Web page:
(This is a photo from Humans of New York. It melts my heart!)
My teenage son and I were standing outside an audition room earlier this month with another mom and son, waiting for orchestra placement. My boy was talking up a blue streak about what the audition had been like, what they'd asked him to do and how he'd bumbled through some parts and aced the others, and what he'd do if he made it and what he'd do if he didn't, and his words came out like this sentence, in long, unstopped, unpaused thoughts, and the mom looked over at me and said, "Does he always talk this much?"
I had to laugh, because the answer to that is yes. And I have two other kids that do the same. Talking on top of each other sometimes, so that I have to hold my hands up and say, "I know I have two ears but I can only make out one of you at a time!" There is a constant stream of conversation in our house that doesn't even end when I turn out the lights and say, "Goodnight! I'm going downstairs now!" Sometimes they keep talking, even louder, so I have to yell up the stairs, "I'm downstairs. I can't hear you anymore. Go to sleep!"
The mom sighed a bit and looked over at her not-a-word-said-yet son. "I can barely get anything but one word answers from him."
It's a blessing, I know. This conversation overload in our house from two teenagers and a pre-teen is not the usual fare in a lot of homes, and I soak up every minute of it.
There was a period where that wasn't as true. When my son was in fourth grade, something shifted in our relationship. It was no longer cool to be close to your mom, to hang out with her and act like you liked her. He developed more commonalities with my husband, and I could see the guy thing edging me out. While I knew that was normal, was indeed preferable, I didn't want to lose him altogether. So I handed him a Harry Potter book.
Harry Potter is my thing. My husband has kindly gone to the movie with me as they came out, but that was really an act of selfless love. He didn't read the books. He didn't care about the movies. When I gave my son the books, and he devoured them like I did, we had something in common no one else in the family did.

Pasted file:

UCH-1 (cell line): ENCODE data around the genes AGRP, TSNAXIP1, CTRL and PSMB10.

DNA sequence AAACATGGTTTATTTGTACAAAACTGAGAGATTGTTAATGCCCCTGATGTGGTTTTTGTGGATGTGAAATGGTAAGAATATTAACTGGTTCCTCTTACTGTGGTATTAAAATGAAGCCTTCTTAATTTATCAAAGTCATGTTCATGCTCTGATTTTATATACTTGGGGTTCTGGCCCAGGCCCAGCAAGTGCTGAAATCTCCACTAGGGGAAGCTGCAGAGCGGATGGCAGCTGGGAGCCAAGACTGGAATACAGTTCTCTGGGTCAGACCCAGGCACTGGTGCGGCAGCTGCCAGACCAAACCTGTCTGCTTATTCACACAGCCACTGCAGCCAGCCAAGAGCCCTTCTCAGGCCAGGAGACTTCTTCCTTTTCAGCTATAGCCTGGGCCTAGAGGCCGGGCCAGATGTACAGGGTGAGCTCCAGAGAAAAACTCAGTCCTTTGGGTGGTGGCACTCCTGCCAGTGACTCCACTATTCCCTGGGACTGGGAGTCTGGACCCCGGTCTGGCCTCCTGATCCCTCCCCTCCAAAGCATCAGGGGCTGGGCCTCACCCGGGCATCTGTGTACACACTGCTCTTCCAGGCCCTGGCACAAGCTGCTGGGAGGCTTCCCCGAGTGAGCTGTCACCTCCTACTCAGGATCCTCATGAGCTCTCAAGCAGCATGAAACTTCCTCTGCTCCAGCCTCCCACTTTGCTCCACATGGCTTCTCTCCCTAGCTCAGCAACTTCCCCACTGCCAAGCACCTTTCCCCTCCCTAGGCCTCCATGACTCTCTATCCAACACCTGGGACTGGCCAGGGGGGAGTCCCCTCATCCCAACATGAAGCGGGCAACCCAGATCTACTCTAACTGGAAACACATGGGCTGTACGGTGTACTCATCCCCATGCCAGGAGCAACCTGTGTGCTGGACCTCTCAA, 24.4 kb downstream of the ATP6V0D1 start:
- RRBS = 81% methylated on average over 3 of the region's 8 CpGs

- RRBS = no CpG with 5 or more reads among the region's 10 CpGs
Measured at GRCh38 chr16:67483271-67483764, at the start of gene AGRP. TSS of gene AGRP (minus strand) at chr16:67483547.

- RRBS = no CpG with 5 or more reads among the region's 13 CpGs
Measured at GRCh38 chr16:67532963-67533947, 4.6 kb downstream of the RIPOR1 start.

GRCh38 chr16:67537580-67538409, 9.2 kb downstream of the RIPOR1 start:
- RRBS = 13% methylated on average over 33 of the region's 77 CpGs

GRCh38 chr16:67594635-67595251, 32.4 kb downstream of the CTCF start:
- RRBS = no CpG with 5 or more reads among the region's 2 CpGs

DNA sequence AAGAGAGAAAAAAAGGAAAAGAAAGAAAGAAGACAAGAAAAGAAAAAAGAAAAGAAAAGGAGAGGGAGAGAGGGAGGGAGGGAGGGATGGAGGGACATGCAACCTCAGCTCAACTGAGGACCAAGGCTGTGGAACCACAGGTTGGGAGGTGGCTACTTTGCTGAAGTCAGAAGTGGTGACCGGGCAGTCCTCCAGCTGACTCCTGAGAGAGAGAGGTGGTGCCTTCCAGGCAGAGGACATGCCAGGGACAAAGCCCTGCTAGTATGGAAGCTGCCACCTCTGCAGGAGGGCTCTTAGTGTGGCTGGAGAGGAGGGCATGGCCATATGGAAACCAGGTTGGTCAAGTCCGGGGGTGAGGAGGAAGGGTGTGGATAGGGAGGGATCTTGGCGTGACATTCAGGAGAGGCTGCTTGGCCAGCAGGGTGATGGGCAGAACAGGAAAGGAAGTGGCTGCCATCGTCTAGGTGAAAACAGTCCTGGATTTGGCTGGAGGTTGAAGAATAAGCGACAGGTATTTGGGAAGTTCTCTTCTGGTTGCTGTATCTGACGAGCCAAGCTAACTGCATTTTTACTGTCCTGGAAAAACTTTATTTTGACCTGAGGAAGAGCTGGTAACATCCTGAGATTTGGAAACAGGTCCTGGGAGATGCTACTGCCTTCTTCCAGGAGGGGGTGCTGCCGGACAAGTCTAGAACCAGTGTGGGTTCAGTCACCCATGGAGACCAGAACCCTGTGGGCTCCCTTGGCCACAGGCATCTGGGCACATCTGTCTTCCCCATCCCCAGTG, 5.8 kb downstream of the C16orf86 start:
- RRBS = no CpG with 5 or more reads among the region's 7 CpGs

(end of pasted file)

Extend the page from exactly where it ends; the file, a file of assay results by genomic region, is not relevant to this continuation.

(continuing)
While I made dinner, he sat at the counter and talked about the books with me, excited about the triumphs, sad about the losses, in awe of the magic of it all. By the time the sixth movie came out, he'd finished the series and went to the movies with me in place of my husband. When the last movie came out, he was invited by a friend to go to the midnight opening show, and I heard him say on the phone to his friend, "That sounds awesome, but I want to see the last one with my mom. It's kind of our thing."
We've had lot of other books since. He skipped the YA books altogether and jumped into my old reading list: early Michael Crichton, the entirety of John Grisham, the Left Behind series, Animal Farm. Ender's Game. Fahrenheit 451. With each book, he sat at the counter at dinner and talked to me. When carpooling got quiet, I'd ask about what he was reading, and that would start a flood of conversations.We talk about the stories, but also the issues they bring up. Justice and politics and faith and science.
In middle school, my daughter entered that phase of "I don't really have much to say." I handed her Harry Potter. Then, The Hunger Games. To Kill a Mockingbird. Animal Farm. The Princess Bride. A Wrinkle in Time. And the same phenomenon happened. We talked. All the time. And even now, when she gets quiet and withdrawn into that 13-year-old self-conscious world, all I have to do is talk about a book, and she is back.
Once, in the summer between my junior and senior year of high school, I sat in a college room full of students from all over Virginia discussing why we read. And one person said something I'll never forget: "We all come from different backgrounds, different schools. We love different things. But we ALL read Romeo and Juliet in ninth grade. That is something we all have in common."
There are a lot of reasons why we should read, but this is my favorite. To connect to others.
I worry sometimes that if I take time to just sit and read, I am neglecting more important things that need to be done. The laundry, the dishes, meals, shopping, volunteering at the schools, cleaning. But then I remember how books saved my relationship with my growing kids, and I think, What could be more important than that?